#5019014 Awesomium Framework, rendering problems C++ and DirectX11!

Posted by noizex on 08 January 2013 - 07:01 AM

The thing that is confusing to me is the src_buffer parameter, I don't understand what kind of buffer I'm supposed to send in. Let's say I have loaded a website into a surface. The site then updates and I need to repaint the texture. How would I use surface->Paint() to do this?

Thanks once again!

Errm. Its not you thats sending data to Paint method, its the internals of Awesomium that do this. You have to define class that has Paint method and receive this data in that method, and use it to initialize/update texture. Its called automatically by Awesomium when it renders WebView, so you dont really need to call Paint yourself. Once you set the factory and load some page in WebView, you call webview->surface() to retrieve that Surface, which should have your page prepared as a texture (or a bitmap data if you use default BitmapSurface).

Check this example: http://wiki.awesomium.com/tutorials/tutorial-1-hello-awesomium.html

You want to do exactly the same but with your own class, that instead of keeping image data in memory, will upload it as a texture to GPU and keep handle to that texture, so you can retrieve it by calling surface->GetTexture() and then use that texture to draw a quad.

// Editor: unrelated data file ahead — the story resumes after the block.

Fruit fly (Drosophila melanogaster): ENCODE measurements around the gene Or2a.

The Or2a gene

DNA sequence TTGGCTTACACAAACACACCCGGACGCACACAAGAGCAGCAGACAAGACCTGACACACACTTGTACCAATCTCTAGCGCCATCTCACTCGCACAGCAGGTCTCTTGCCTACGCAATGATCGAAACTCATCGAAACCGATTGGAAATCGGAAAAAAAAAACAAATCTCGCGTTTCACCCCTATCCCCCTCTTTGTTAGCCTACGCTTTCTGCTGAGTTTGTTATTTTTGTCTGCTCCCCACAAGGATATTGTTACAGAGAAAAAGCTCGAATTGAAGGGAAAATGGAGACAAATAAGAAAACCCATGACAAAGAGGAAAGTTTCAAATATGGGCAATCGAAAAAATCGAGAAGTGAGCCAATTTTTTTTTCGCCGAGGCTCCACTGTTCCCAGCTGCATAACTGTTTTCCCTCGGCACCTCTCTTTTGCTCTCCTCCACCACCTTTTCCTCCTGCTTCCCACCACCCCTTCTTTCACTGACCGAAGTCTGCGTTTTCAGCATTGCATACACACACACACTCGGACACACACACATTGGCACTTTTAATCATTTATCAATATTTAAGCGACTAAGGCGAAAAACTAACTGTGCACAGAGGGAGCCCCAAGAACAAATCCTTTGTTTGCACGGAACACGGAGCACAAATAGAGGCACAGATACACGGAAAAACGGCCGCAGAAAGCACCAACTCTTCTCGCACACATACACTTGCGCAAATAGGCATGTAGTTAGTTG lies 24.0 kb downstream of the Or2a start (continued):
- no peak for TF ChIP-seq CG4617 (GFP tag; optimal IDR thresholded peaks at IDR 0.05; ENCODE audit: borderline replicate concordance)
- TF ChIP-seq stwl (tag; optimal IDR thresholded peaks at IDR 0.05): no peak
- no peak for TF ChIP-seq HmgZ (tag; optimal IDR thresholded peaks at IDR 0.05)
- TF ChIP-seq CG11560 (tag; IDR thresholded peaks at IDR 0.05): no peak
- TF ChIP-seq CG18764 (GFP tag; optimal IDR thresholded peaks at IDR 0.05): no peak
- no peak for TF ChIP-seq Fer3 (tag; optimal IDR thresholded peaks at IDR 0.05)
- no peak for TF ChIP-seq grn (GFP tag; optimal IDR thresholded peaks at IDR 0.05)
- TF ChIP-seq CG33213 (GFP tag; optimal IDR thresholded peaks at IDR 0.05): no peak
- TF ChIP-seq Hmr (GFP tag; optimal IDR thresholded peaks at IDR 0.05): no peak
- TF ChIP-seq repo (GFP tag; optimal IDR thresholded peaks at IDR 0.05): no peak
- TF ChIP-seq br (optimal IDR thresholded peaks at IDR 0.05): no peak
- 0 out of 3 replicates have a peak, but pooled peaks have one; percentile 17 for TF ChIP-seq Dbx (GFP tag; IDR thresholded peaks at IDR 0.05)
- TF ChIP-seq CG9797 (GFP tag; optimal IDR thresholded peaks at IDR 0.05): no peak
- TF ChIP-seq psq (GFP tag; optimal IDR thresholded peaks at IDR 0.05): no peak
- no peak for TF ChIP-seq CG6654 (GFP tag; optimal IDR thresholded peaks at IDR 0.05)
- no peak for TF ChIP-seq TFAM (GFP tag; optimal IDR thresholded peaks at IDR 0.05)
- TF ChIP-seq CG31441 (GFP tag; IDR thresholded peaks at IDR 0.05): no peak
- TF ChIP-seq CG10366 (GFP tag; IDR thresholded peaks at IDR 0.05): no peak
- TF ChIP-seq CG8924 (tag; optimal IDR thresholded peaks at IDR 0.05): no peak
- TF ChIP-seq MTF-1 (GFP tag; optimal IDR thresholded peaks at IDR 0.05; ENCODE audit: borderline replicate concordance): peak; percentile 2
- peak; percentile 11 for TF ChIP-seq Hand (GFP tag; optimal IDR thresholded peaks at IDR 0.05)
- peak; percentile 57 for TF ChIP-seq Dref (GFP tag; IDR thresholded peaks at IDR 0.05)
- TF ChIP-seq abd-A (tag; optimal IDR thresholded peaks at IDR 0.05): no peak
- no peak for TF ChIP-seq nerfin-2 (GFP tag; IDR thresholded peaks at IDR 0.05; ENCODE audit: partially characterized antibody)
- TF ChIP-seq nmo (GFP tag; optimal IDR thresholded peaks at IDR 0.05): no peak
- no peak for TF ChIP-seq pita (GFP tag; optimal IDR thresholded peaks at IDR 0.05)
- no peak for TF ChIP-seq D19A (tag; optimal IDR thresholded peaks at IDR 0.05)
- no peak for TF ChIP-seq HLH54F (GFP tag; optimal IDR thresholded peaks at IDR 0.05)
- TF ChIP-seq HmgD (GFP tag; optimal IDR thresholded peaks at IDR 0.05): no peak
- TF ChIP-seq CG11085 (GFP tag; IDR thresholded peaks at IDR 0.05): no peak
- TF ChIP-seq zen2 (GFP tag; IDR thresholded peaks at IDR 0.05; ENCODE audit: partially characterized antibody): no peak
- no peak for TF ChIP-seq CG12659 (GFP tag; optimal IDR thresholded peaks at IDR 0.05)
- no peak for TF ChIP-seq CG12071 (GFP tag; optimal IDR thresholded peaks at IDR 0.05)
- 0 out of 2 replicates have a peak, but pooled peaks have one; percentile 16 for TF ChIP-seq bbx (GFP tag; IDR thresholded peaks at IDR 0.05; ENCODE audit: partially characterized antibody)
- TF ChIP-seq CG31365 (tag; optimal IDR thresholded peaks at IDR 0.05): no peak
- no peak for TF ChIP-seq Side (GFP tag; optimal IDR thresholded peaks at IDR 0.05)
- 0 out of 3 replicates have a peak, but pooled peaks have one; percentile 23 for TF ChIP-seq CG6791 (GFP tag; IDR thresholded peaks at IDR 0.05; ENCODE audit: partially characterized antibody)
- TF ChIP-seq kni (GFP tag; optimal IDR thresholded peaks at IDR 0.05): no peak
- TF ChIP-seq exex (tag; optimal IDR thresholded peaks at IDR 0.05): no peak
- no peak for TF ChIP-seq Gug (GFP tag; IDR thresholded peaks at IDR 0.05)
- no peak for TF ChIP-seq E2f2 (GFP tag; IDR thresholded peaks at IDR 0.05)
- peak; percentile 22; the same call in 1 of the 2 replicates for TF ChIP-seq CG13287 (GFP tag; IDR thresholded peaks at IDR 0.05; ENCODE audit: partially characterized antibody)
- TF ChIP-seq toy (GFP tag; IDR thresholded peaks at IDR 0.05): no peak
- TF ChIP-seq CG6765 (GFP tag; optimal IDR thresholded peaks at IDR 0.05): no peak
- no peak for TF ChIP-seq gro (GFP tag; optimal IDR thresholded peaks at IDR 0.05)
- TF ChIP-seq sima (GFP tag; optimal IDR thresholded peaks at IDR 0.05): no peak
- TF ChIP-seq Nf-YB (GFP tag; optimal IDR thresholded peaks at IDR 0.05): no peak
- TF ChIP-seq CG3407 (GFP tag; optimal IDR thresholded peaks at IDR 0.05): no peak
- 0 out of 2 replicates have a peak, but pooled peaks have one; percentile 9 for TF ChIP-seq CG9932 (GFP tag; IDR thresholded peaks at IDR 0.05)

#5019008 Awesomium Framework, rendering problems C++ and DirectX11!

Posted by noizex on 08 January 2013 - 06:34 AM

You could probably initialize texture using BitmapSurface data. But best way in 1.7 seems to be creating your own Surface subclass that should provide Paint and Scroll methods. Check this: http://awesomium.com/docs/1_7_rc3/cpp_api/class_awesomium_1_1_surface.html.

Just make your own DXTextureSurface that inherits from Surface class and provide Paint method that would directly update texture whenever its called. It looks like WebCore has a method set_surface_factory that allows you to provide your own factory that will produce DXTextureSurfaces when needed, instead of default BitmapSurface.


Something is up with the website at that link, but the link works. Will check it later when the site works. I was also looking into making my own stuff there, but the problem is that I don't really understand how the functions in the Surface class works. The Paint function is confusing me. I don't understand what it wants as parameters.

Thanks for your help thus far!

 
Sorry, it seems I pasted link with a dot at the end and it borked. This is correct link: http://awesomium.com/docs/1_7_rc3/cpp_api/class_awesomium_1_1_surface.html
 
This is how Paint method should look like:

virtual void Awesomium::Surface::Paint	(	
unsigned char * 	        src_buffer,
int 	                        src_row_span,
const Awesomium::Rect & 	src_rect,
const Awesomium::Rect & 	dest_rect 
)